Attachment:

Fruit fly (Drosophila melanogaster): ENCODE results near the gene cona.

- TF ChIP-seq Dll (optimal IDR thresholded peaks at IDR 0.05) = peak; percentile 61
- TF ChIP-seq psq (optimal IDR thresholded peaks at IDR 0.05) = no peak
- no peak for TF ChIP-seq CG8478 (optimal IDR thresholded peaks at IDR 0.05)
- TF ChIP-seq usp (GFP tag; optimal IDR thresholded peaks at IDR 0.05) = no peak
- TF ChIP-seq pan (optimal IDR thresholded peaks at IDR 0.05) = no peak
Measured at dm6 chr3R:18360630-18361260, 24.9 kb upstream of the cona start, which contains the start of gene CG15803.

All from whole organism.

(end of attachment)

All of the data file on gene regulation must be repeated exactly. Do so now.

Fruit fly (Drosophila melanogaster): ENCODE results near the gene cona.

- TF ChIP-seq Dll (optimal IDR thresholded peaks at IDR 0.05) = peak; percentile 61
- TF ChIP-seq psq (optimal IDR thresholded peaks at IDR 0.05) = no peak
- no peak for TF ChIP-seq CG8478 (optimal IDR thresholded peaks at IDR 0.05)
- TF ChIP-seq usp (GFP tag; optimal IDR thresholded peaks at IDR 0.05) = no peak
- TF ChIP-seq pan (optimal IDR thresholded peaks at IDR 0.05) = no peak
Measured at dm6 chr3R:18360630-18361260, 24.9 kb upstream of the cona start, which contains the start of gene CG15803.

All from whole organism.